Perhaps the most interesting tidbit is Peta’s prosthetic leg. As medicine advances, more and more soldiers are returning from Afghanistan and Iraq with prosthetic limbs and brain damage, rather than dying on the field. These soldiers have to learn how to live with a prosthetic. In a way, Peta’s prosthetic leg is a missed opportunity, since it is rarely discussed in the book. However, this is Katniss’s story, not Peta’s story.
I should say a word about the names in The Hunger Games trilogy. The names are constantly critiqued by critics, for being silly. After all, most of the characters are either named for ancient Romans, natural features, or names associated with their trade. (After all, the bread baker’s son is named Peta (read Pita).) It’s intriguing that the names of the book are very different than given names in American culture. Perhaps that’s not completely surprising. It is clear that Panem exists hundreds of years after the collapse of the United States. In addition, Panem is clearly a post-Christian society, and as a result, only two minor characters have names that could be thought of as Christian, ie names of characters in the Bible or names of saints. (Ten points if you can identify those names!)
One of the most moving parts of the book is the scene in the Capital when the victors, forced back into the arena, must appear again on Caesar’s show. and the citizens of the Capital begin to show remorse and disgust with the Games. I was actually unhappy with the decision to put everyone back in the arena, not only because I felt for Katniss, but because I felt as if it was a cop out decision on the part of the writer. However, I appreciated this decision much more when I saw how the people of the Capital reacted to the decision. The people, who had become attached to the victors over the years, begin to weep, and cry out for change. It was striking to see the humanity in the people of the Capital re-emerge after a 74 year slumber, to see them begin to understand that the tributes are people, and that the Hunger Games are wrong.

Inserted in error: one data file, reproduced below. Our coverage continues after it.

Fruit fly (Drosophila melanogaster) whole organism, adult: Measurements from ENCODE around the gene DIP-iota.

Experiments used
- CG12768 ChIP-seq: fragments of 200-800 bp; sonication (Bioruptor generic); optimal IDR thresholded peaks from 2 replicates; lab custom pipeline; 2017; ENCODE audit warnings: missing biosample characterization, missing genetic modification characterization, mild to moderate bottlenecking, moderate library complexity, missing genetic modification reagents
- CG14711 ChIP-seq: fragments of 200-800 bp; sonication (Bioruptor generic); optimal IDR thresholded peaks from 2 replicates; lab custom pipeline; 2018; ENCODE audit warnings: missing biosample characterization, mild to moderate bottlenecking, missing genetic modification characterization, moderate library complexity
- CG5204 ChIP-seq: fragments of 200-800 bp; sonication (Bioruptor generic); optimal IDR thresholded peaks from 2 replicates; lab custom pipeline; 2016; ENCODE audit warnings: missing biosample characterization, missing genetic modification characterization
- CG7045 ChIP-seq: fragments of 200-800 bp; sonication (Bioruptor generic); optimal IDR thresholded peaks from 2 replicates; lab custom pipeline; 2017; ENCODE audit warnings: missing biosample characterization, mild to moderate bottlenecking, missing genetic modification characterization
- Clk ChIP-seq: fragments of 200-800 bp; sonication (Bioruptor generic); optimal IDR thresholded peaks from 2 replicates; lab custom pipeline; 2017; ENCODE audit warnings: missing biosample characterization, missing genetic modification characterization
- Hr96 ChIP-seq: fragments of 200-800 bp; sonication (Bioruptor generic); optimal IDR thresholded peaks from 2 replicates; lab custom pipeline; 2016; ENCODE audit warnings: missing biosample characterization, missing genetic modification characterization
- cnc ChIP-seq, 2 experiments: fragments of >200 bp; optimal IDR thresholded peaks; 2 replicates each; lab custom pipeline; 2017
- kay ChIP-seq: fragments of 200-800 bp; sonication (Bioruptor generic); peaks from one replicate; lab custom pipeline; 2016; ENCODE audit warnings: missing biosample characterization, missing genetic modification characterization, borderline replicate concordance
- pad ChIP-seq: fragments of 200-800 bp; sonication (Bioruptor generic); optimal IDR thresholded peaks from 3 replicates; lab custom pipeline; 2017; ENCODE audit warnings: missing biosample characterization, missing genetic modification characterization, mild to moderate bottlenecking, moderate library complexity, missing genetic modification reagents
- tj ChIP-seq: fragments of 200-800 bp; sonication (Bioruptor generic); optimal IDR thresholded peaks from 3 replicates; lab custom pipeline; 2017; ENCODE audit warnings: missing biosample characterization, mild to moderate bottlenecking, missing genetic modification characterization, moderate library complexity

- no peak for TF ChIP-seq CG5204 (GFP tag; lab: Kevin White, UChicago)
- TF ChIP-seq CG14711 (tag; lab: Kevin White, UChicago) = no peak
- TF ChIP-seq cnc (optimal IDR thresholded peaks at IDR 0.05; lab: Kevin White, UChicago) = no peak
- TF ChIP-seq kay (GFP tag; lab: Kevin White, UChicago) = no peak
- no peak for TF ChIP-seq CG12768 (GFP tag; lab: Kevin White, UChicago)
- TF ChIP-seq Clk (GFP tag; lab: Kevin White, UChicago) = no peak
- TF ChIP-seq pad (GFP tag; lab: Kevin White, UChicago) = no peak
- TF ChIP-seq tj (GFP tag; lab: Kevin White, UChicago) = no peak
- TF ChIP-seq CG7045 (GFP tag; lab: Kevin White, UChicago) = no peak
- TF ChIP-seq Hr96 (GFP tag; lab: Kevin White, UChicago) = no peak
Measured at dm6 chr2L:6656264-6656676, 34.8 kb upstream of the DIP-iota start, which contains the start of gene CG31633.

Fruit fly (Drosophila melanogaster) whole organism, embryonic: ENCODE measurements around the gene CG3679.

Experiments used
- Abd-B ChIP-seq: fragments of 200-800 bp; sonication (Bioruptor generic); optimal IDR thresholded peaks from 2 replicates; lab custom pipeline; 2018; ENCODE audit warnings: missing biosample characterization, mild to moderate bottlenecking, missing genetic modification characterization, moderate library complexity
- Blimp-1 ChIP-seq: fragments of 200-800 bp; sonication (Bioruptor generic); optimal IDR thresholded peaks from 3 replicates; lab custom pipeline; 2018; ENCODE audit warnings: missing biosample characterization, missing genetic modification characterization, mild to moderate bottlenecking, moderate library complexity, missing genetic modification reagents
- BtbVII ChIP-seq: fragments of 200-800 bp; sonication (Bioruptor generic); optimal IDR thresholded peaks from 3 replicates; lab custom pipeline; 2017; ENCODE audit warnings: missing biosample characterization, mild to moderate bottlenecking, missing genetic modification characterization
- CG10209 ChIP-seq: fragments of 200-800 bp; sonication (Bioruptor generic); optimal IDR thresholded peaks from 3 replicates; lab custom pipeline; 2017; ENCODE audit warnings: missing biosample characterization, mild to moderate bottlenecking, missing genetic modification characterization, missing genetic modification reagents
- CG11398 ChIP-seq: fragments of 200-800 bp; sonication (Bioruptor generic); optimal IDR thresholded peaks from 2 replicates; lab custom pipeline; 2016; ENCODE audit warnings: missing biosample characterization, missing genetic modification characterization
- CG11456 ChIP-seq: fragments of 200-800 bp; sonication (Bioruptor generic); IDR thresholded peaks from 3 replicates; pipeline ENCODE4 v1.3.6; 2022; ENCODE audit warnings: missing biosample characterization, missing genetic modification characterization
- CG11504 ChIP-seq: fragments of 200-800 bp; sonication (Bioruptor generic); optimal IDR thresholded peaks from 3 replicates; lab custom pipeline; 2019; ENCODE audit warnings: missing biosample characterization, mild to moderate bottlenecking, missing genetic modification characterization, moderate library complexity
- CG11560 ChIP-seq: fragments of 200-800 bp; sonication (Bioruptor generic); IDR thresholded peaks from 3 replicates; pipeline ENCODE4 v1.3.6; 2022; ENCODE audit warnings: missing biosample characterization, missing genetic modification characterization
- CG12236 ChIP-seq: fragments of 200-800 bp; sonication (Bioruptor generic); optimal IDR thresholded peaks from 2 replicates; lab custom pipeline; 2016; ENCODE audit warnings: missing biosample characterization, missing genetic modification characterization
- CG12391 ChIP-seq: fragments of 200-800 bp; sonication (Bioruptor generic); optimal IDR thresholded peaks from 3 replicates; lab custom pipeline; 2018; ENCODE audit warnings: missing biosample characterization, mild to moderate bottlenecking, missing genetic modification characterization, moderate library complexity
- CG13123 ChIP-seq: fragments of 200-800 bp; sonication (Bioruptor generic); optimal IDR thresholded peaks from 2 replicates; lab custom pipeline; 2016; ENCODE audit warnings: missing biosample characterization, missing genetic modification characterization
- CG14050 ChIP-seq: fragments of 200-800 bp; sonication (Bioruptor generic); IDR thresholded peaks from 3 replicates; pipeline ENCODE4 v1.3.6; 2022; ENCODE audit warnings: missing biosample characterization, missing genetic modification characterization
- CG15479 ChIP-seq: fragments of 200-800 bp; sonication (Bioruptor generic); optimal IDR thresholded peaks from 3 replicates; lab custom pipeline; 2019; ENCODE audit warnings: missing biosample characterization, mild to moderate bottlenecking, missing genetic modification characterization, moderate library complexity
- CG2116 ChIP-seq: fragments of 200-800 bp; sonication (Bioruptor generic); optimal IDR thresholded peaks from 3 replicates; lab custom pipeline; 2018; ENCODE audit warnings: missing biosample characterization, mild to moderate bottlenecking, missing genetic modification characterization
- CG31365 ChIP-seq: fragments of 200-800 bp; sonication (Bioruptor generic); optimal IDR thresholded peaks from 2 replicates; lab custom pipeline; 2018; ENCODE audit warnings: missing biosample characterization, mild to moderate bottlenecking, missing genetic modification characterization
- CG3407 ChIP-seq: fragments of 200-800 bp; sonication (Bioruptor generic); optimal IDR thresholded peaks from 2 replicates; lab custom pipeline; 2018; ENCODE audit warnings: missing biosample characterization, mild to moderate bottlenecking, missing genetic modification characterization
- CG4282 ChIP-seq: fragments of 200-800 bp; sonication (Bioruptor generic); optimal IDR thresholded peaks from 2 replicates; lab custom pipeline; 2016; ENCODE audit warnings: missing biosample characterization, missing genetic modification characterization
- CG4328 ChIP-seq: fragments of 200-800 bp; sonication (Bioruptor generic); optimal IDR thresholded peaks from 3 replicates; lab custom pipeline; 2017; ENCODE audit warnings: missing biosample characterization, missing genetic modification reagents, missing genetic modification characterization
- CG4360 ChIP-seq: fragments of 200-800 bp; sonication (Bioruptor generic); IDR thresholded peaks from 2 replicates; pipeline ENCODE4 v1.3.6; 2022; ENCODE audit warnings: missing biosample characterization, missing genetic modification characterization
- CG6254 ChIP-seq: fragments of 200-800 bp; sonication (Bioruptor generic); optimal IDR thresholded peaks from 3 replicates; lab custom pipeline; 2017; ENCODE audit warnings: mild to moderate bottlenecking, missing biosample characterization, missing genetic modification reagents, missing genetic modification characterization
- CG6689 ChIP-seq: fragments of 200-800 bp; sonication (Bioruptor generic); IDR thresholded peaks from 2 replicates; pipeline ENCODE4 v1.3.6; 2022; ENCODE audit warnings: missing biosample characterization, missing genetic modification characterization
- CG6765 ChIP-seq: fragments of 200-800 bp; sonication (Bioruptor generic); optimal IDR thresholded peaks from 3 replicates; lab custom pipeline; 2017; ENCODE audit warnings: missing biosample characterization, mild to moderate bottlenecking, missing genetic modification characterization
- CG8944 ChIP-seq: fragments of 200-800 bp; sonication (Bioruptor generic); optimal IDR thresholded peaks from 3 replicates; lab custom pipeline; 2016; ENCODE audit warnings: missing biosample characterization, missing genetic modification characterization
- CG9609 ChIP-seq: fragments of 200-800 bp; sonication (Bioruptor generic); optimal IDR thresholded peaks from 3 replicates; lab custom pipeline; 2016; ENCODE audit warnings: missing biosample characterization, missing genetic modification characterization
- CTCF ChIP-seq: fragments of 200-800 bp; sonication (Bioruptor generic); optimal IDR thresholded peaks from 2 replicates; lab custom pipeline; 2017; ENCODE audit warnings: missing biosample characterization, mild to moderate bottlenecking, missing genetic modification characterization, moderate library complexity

In addition I appreciated the characterization of Peta in Catching Fire. Peta is once again portrayed as capable in ways that Katniss is not. Peta is crafty, good with words, and good with handling a crowd. He drops a (fake) bombshell that renders the Capital unstable. It is a wonderful twist as President Snow’s desperate attempt to reassert tyrannical power over the rebellious districts undermines his own control at home.
Catching Fire is very enjoyable because of the world it creates, and the disturbing way it resembles our own. It shows in a very compelling fashion how a people, long oppressed begin to rise up. In addition, it shows the problematic reality of violence and its long lasting consequences on survivors. It also asks teens to think in a way that seems uncommon for teen fiction. While there are subtle plot devices that most teen books use (Which boy do I like?) the book also takes the reader into a country on the verge of revolution. Catching Fire is a worthy successor to The Hunger Games.